We have found that once an international visitor has experienced U.S. destinations such as New York, Orlando, and Las Vegas on their first trips to the states, they are often hungry for the authentic American experience that can so easily be found in the South. We like to say that if you are looking for natural beauty, waterways, outdoor adventure, hospitality, regional cuisine, and, of course, a completely authentic culture like bourbon, all of those things that appeal to the international visitor are “Better in the Bluegrass.”

More specific to Louisville, we know Muhammad Ali resonates around the world, and we do a lot around marketing a pilgrimage-type visit to his hometown and the experiences at the Muhammad Ali Center, Cave Hill Cemetery (his final resting place), and other touchpoints.

What advice would you have for other ABA members who want to expand into this area?
Never try to go it alone in the international market. Be sure to be an active part of your state’s international outreach. See the broader picture. Recognize the important work being done on behalf of promoting the U.S. as a destination and leverage opportunities within organizations such as Travel South and Brand USA.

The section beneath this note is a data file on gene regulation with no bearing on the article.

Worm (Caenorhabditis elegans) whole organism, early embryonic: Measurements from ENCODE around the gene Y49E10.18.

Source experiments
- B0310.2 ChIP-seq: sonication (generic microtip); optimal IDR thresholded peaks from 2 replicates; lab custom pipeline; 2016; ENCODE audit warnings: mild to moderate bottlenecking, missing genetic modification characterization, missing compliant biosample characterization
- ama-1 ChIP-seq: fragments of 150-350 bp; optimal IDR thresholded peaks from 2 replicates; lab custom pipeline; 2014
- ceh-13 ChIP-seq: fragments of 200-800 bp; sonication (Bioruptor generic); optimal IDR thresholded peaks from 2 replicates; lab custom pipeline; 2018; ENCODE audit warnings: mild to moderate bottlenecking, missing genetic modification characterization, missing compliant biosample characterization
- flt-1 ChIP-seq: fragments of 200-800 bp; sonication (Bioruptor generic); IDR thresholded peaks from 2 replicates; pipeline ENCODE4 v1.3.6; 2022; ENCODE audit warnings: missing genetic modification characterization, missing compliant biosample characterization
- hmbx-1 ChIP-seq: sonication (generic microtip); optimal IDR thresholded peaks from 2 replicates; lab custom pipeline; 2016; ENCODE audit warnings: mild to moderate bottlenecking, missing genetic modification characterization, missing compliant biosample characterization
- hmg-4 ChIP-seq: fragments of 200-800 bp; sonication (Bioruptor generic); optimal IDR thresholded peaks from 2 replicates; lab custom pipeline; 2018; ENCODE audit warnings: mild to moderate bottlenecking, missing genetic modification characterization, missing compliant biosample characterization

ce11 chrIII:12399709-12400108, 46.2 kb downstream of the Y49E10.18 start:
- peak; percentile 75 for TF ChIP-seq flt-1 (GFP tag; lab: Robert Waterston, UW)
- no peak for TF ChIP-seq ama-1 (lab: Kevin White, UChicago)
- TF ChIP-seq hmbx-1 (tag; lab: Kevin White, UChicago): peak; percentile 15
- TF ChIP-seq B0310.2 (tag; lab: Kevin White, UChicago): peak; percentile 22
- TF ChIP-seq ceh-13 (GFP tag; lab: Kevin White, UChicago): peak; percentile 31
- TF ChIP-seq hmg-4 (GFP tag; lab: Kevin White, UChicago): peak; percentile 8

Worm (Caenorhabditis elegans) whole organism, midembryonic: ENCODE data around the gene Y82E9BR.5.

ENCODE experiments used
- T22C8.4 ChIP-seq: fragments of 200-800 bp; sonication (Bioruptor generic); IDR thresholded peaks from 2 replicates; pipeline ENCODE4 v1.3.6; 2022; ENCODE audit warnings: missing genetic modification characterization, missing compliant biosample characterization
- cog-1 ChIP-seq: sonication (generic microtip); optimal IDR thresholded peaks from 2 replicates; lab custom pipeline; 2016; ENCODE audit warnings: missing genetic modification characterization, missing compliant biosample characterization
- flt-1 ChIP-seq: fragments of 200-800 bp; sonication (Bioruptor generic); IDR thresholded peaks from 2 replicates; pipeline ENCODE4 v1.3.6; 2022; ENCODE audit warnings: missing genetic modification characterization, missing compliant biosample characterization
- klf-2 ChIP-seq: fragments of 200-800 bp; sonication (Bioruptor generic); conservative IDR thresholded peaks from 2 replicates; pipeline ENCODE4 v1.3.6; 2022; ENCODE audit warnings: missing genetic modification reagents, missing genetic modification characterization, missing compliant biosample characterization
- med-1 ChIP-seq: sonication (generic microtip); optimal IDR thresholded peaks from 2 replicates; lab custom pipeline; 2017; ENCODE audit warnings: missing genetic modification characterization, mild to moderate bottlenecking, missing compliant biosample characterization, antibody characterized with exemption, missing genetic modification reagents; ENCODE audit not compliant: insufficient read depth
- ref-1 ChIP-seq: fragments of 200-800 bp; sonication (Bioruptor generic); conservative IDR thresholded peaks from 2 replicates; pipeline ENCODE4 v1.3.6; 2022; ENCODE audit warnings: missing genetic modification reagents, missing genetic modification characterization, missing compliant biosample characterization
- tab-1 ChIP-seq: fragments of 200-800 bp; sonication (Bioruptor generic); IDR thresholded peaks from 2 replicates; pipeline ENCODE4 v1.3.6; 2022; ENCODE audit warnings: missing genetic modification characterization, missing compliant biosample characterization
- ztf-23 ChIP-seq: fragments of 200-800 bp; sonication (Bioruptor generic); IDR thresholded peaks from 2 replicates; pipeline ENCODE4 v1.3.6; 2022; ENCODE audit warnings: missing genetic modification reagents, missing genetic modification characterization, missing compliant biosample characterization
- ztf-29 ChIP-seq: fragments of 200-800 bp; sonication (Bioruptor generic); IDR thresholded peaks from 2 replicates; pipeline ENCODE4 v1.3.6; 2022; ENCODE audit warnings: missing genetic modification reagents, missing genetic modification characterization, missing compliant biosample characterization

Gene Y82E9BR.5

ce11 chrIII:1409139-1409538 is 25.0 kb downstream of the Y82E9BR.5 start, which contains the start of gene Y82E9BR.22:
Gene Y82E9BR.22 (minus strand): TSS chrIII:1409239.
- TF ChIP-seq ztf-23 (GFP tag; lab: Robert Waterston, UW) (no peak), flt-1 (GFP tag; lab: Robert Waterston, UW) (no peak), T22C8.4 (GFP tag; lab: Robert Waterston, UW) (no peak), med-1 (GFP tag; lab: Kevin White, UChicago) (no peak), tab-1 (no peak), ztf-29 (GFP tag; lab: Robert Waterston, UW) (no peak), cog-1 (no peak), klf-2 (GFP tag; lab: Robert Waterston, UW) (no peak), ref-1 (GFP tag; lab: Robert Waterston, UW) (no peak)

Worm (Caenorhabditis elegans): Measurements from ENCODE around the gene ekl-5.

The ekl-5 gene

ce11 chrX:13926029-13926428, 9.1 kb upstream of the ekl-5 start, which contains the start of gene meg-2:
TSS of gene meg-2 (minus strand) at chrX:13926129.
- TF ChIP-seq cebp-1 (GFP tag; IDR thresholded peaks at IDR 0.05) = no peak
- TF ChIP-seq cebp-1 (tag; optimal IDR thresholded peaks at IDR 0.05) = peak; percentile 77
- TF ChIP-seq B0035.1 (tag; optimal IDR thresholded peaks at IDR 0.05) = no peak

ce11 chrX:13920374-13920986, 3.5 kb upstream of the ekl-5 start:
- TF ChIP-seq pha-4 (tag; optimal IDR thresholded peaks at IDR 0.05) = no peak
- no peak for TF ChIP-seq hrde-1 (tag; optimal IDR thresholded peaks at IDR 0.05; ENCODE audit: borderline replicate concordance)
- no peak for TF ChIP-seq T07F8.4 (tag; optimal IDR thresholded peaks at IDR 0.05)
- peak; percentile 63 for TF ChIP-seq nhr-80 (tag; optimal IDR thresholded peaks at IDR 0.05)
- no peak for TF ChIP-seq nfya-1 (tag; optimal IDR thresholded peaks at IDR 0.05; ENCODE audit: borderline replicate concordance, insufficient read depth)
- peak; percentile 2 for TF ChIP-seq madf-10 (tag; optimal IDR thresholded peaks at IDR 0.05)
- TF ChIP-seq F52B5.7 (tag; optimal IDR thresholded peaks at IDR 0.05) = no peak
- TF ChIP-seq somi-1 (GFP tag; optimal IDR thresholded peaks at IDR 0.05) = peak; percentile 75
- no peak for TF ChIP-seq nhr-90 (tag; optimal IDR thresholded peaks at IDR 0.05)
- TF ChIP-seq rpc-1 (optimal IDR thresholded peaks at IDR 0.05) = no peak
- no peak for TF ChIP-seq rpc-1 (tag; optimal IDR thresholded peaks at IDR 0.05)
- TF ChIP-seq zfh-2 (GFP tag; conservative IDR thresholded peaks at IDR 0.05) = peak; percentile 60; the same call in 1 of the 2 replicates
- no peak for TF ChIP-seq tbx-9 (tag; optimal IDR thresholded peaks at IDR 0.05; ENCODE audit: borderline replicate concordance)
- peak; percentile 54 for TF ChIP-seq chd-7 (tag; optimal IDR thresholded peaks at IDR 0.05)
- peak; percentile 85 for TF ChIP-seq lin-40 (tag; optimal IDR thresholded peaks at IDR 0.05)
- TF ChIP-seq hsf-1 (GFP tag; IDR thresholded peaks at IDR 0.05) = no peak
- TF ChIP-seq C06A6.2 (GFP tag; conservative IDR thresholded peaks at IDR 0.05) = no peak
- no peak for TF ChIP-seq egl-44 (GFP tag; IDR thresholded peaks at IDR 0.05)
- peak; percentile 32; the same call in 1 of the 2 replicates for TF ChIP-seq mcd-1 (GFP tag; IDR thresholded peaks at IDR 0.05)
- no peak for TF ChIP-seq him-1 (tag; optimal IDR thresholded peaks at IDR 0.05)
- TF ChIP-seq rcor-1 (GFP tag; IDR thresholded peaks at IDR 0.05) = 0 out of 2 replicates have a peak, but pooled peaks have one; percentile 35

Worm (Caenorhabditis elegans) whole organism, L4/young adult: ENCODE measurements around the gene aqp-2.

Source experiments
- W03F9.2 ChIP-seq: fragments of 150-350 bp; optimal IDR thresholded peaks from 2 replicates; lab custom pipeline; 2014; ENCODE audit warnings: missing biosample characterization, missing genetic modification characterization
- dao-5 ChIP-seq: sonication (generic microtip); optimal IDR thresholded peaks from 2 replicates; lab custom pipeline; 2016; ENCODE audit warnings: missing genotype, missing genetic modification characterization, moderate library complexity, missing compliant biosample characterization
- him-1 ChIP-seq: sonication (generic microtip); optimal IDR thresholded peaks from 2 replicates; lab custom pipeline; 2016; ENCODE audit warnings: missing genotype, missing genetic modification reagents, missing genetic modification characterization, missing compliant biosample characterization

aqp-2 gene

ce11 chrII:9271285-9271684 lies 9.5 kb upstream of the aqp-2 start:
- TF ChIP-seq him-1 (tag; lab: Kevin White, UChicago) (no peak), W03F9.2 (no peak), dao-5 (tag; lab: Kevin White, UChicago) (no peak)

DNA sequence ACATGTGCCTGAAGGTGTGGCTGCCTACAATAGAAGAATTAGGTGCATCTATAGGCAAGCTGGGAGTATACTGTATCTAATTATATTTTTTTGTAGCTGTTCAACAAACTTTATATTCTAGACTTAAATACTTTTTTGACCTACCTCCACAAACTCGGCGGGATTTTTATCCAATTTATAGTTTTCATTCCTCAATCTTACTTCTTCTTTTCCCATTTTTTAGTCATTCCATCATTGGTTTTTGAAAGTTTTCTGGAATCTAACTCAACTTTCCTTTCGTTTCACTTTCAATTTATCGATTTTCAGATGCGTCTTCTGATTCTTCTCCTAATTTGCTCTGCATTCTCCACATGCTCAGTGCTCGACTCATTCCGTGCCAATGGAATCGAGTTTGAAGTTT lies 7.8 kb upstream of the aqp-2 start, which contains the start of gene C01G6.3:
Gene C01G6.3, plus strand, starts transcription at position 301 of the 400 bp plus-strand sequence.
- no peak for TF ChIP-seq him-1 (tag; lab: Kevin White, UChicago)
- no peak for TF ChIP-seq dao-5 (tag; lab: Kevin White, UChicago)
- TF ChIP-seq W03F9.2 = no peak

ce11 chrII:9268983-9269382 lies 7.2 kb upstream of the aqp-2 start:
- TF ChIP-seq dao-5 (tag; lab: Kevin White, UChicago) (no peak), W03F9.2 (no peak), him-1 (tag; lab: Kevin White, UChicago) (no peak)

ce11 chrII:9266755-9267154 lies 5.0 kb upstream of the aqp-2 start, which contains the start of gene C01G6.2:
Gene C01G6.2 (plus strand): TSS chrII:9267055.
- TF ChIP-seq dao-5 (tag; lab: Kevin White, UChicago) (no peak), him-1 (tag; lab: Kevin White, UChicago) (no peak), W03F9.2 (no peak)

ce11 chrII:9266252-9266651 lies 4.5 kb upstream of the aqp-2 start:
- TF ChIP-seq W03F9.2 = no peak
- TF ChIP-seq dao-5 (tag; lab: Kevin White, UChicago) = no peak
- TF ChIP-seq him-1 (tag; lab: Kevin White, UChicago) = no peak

Last but not least, remember that while you are selling your destination to the international market, you must also sell the international market to your local partners. Gain their support and educate them on what it takes to book business from an international perspective and how best to serve international guests upon arrival.

About the American Bus Association

The American Bus Association (ABA) is the trade organization of the intercity bus industry, with more than 1,000 motorcoach and tour company members in the United States and Canada. Its members operate charter, tour, regular route, airport express, special operations and contract services. Another 2,800 members are travel and tourism organizations and suppliers of bus products and services who work in partnership with the North American motorcoach industry.


Melanie Hinton, Vice President, Communications & Marketing, ABA
Office: (202) 218-7220
Email: .(JavaScript must be enabled to view this email address)